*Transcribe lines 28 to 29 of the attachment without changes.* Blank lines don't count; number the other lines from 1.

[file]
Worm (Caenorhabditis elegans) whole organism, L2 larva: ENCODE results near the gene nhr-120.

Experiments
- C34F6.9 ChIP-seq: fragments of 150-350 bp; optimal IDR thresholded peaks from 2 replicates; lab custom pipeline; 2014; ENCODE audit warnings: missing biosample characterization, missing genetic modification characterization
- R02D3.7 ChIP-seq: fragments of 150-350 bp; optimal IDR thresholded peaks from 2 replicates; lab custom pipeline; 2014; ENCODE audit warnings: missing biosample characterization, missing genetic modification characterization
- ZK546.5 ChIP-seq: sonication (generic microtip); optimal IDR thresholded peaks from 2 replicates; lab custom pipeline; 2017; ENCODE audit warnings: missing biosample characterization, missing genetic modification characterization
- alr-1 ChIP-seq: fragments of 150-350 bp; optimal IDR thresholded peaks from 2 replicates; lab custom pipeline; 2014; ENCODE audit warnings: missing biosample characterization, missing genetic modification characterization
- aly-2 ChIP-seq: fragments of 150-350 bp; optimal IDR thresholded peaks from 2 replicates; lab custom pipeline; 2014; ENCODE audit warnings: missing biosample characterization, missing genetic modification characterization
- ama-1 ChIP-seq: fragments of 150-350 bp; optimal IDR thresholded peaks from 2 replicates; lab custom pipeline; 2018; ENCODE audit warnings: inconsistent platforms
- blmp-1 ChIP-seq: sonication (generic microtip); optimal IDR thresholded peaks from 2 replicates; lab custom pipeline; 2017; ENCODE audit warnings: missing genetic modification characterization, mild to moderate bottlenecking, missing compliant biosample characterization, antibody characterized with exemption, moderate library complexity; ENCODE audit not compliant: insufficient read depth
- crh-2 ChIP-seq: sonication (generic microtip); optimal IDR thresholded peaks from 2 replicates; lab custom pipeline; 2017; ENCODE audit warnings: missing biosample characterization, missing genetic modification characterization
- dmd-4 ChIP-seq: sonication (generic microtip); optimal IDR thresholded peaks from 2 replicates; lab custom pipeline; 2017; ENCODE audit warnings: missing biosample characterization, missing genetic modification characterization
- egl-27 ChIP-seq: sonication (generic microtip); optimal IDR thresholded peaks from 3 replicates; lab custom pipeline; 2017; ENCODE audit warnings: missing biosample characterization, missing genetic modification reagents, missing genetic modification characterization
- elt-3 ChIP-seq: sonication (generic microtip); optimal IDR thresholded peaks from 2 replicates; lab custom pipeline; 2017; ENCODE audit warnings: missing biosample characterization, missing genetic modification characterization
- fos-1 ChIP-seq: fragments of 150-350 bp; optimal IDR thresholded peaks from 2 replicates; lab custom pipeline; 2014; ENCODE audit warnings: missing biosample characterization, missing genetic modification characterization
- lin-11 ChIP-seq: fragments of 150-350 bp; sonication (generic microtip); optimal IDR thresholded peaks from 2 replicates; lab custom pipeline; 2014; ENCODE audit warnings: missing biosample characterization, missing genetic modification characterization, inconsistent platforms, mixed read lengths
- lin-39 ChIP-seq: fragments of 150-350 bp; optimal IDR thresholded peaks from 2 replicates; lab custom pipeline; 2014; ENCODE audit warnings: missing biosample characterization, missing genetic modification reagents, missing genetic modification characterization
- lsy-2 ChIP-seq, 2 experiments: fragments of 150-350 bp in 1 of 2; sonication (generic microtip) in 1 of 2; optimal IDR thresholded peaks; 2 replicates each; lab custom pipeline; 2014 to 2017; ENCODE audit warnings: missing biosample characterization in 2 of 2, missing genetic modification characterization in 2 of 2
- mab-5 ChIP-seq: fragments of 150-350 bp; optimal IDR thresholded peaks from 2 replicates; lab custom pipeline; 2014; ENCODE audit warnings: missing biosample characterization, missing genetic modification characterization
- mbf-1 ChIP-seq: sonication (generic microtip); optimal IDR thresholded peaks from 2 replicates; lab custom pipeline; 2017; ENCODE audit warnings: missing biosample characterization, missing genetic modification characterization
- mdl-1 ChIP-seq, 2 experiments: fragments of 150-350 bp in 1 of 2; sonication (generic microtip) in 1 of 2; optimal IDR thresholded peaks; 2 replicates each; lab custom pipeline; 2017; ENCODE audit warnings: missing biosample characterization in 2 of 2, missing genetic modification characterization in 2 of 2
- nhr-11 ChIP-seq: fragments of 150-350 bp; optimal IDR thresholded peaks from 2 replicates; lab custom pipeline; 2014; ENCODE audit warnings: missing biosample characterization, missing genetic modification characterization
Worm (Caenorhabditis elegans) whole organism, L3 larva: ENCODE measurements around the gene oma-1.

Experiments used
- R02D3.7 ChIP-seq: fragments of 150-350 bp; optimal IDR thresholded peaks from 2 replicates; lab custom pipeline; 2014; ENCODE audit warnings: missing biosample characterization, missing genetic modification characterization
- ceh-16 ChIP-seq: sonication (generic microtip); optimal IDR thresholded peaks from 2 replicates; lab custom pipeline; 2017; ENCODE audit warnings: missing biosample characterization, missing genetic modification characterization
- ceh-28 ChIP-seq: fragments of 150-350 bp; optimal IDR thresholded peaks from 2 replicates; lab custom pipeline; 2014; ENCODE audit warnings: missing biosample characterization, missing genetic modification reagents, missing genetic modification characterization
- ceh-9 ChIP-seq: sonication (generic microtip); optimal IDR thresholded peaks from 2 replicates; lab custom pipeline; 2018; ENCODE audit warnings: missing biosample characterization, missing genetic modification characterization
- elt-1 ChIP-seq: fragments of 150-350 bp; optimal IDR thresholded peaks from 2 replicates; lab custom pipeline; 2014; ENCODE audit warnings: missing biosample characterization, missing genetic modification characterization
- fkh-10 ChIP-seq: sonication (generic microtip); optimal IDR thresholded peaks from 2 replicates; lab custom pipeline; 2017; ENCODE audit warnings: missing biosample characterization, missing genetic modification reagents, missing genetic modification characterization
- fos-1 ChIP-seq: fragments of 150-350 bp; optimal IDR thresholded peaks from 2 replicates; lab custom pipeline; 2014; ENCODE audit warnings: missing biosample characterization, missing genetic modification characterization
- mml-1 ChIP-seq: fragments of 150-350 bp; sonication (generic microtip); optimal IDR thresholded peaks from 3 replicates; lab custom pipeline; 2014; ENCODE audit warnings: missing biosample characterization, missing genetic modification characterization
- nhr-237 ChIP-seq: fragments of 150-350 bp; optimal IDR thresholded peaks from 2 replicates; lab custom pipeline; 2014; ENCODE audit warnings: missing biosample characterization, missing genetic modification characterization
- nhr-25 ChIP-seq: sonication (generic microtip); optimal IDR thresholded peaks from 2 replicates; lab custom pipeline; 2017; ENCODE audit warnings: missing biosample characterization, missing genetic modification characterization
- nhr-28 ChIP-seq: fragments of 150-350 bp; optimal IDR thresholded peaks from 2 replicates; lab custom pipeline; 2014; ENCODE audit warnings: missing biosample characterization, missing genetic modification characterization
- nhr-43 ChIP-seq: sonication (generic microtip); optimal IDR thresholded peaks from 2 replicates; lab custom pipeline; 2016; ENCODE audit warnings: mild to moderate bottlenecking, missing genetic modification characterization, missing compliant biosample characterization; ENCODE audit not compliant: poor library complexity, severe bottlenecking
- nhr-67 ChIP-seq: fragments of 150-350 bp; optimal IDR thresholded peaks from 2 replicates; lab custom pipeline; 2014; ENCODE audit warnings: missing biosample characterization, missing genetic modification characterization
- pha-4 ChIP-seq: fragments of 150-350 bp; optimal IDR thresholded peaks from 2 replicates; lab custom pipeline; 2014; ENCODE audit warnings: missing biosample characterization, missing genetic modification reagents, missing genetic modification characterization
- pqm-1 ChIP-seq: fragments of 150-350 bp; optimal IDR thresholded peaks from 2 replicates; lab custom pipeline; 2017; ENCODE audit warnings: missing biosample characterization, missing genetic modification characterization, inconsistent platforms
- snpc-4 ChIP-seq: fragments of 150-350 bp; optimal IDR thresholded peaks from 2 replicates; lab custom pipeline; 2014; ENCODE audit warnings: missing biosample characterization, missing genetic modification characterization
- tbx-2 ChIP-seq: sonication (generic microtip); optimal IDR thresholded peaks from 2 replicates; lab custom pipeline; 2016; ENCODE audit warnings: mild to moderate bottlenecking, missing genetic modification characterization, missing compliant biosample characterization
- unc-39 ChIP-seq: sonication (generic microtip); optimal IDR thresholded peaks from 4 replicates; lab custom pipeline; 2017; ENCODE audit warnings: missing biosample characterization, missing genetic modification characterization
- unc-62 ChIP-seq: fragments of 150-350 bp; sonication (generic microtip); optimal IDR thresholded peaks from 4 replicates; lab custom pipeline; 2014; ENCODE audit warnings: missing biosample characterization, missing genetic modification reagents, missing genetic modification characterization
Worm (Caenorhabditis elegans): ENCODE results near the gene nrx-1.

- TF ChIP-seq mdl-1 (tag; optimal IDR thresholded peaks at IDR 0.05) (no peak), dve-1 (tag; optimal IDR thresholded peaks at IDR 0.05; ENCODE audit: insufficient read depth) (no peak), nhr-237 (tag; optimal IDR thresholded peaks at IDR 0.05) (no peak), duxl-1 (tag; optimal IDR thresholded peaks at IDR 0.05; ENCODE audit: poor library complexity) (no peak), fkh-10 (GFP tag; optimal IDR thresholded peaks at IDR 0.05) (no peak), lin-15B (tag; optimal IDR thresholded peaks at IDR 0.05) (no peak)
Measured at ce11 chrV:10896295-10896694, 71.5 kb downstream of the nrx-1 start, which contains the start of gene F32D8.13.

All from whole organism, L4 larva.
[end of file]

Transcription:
- elt-1 ChIP-seq: fragments of 150-350 bp; optimal IDR thresholded peaks from 2 replicates; lab custom pipeline; 2014; ENCODE audit warnings: missing biosample characterization, missing genetic modification characterization
- fkh-10 ChIP-seq: sonication (generic microtip); optimal IDR thresholded peaks from 2 replicates; lab custom pipeline; 2017; ENCODE audit warnings: missing biosample characterization, missing genetic modification reagents, missing genetic modification characterization